The exhibition is deliberately open and unconstrained, in order to allow each visitor to choose their own route, and thus build their own history. The main display, which presents the First Battle of the Marne (1914) alongside the Second Battle of the Marne (1918), clearly presents to visitors the passage from the 19th to the 20th century. Between these two key mobile battles at the beginning and end of the war, the presentation of the static war with its front comprised of trenches offers an insight into the notion of stalemate. Laid out in the main body of the museum, here is where the big hardware (lorries, aircraft, tanks, artillery pieces, etc.) is on show, making the museum a unique place where visitors can see the full range of objects and documents bearing witness to the conflict. This main display is complemented by a themed display: eight spaces look at topics that cut across the conflict (A New War, Bodies and Suffering, Globalisation, A Mobilised Society, etc.), adding new ways into the subject. The presentation is different for each of the spaces, thereby breaking up the monotony of the experience, as each new setting renews visitors’ interest. Obviously, the objects in the collection are at the heart of the display: they lend and take on meaning in their relationship with the space and in the dialogue they establish with the museum resources, and ultimately move visitors to ask questions about their own memories. By arousing interest and curiosity, the museum encourages visitors to interrogate their own personal history.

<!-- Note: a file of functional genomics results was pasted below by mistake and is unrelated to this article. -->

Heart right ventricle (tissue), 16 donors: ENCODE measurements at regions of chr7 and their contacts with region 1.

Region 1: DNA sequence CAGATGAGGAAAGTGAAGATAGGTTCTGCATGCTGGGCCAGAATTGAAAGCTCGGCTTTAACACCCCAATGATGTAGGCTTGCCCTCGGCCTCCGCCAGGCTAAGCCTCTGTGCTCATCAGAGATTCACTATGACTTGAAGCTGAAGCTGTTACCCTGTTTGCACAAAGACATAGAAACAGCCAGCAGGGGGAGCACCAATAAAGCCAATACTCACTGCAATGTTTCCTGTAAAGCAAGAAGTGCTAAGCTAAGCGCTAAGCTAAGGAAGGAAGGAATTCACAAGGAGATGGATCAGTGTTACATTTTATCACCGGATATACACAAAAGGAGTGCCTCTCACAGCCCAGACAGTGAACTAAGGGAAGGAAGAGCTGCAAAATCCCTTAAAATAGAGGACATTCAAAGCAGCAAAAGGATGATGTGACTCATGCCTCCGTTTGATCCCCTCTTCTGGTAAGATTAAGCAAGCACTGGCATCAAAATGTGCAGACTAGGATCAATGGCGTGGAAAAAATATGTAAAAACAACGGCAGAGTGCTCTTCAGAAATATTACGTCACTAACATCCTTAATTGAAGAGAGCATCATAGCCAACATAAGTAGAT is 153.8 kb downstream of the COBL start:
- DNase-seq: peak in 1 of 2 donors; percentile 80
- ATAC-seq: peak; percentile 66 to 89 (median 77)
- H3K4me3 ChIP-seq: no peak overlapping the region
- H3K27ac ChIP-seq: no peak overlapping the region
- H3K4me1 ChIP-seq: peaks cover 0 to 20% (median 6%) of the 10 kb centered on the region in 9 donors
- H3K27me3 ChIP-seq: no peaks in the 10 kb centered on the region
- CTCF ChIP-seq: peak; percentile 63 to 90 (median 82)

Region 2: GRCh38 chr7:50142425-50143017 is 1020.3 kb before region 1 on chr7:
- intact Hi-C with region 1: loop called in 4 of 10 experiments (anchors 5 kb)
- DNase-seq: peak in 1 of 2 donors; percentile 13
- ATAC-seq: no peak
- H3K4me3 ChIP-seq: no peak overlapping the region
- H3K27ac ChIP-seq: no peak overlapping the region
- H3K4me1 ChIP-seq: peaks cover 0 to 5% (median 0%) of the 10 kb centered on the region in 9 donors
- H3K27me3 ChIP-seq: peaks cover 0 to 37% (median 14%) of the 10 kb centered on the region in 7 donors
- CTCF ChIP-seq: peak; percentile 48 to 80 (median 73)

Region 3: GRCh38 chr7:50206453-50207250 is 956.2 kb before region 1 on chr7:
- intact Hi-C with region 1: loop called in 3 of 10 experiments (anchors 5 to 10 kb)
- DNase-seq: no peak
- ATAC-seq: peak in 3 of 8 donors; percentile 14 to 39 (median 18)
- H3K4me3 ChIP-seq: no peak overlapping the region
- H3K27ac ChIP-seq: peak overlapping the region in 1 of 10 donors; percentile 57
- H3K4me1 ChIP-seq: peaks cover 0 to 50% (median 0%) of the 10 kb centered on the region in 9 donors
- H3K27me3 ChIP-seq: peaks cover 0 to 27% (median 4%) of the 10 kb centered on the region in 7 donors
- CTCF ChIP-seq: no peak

An innovative interaction

If visitors are greeted by ambient sounds even before they set foot in the museum, once inside, they find a whole series of objects to touch in the displays. Known as “martyr objects”, they belong to the collections and offer the public an opportunity to handle materials and shapes. There is also a wealth of interactive tools that aim to put the visitor in the driving seat: wearing special glasses to experience 3D stereoscopic views, feeling the weight of soldiers’ kit bags or coils of barbed wire, guessing what objects are in the archaeological niches, educational games to grasp the economic impact of the war or discover the different belligerent nations, interactive terminals to offer a deeper insight into the collection. All of this makes for an attractive and dynamic visitor experience, involving the different senses, thereby aiding the immersion in what is a complex subject.

The Musée de la Grande Guerre du Pays de Meaux is today an essential site for discovering the history of the First World War, and the area has become a remembrance tourism destination. The years of the centenary commemorations contributed to that process, which is sure to continue as the museum celebrates its tenth anniversary with a special season in 2021-22.


Sources : © Musée de la Grande Guerre
  • © Musée de la Grande Guerre

  • © Musée de la Grande Guerre

  • © Musée de la Grande Guerre

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    Practical information


    Rue Lazare Ponticelli (Route de Varreddes) 77107
    01 60 32 14 18


    - Full price: € 10 - Students, over-65s, veterans, members of the armed forces, group visitors (min. 15): € 7 - Under-26s, jobseekers, those in receipt of income support: € 5 - Family ticket (2 adults + 2 children under 18): € 25 (+ € 2 per additional child) - Annual pass: € 27 adult, € 12 under-26s - Free for children under 8 years, journalists, Île-de-France tourism professionals, museum curators/ICOM network members, Ministry of Culture card holders, teachers, carers, and members of the Société des Amis du Musée for special promotional events laid on by the museum’s management.

    Weekly opening hours

    Daily except Tuesdays, 9.30 am to 6 pm, non-stop.

    Fermetures annuelles

    Closed on Tuesdays and public holidays of 1 January, 1 May and 25 December